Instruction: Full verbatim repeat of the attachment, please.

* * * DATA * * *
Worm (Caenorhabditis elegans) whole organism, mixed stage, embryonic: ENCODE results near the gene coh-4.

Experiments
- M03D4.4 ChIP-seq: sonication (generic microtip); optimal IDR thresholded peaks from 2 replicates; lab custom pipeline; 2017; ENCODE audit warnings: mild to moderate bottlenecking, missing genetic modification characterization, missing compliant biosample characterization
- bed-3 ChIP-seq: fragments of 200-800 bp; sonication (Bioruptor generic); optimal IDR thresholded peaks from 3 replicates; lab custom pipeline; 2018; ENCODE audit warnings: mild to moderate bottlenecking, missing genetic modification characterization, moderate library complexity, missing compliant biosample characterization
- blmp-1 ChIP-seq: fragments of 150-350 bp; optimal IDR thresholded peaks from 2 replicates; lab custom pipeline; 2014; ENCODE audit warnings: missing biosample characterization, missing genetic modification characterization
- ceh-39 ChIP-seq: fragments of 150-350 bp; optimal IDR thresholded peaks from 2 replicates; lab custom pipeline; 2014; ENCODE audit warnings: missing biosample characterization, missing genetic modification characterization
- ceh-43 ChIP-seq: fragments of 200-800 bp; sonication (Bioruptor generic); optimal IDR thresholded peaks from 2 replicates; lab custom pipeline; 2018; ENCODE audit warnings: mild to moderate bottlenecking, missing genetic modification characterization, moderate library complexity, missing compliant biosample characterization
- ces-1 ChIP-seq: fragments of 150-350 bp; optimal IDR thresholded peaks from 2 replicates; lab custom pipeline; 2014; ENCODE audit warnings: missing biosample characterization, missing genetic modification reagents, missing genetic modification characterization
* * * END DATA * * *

Worm (Caenorhabditis elegans) whole organism, mixed stage, embryonic: ENCODE results near the gene coh-4.

Experiments
- M03D4.4 ChIP-seq: sonication (generic microtip); optimal IDR thresholded peaks from 2 replicates; lab custom pipeline; 2017; ENCODE audit warnings: mild to moderate bottlenecking, missing genetic modification characterization, missing compliant biosample characterization
- bed-3 ChIP-seq: fragments of 200-800 bp; sonication (Bioruptor generic); optimal IDR thresholded peaks from 3 replicates; lab custom pipeline; 2018; ENCODE audit warnings: mild to moderate bottlenecking, missing genetic modification characterization, moderate library complexity, missing compliant biosample characterization
- blmp-1 ChIP-seq: fragments of 150-350 bp; optimal IDR thresholded peaks from 2 replicates; lab custom pipeline; 2014; ENCODE audit warnings: missing biosample characterization, missing genetic modification characterization
- ceh-39 ChIP-seq: fragments of 150-350 bp; optimal IDR thresholded peaks from 2 replicates; lab custom pipeline; 2014; ENCODE audit warnings: missing biosample characterization, missing genetic modification characterization
- ceh-43 ChIP-seq: fragments of 200-800 bp; sonication (Bioruptor generic); optimal IDR thresholded peaks from 2 replicates; lab custom pipeline; 2018; ENCODE audit warnings: mild to moderate bottlenecking, missing genetic modification characterization, moderate library complexity, missing compliant biosample characterization
- ces-1 ChIP-seq: fragments of 150-350 bp; optimal IDR thresholded peaks from 2 replicates; lab custom pipeline; 2014; ENCODE audit warnings: missing biosample characterization, missing genetic modification reagents, missing genetic modification characterization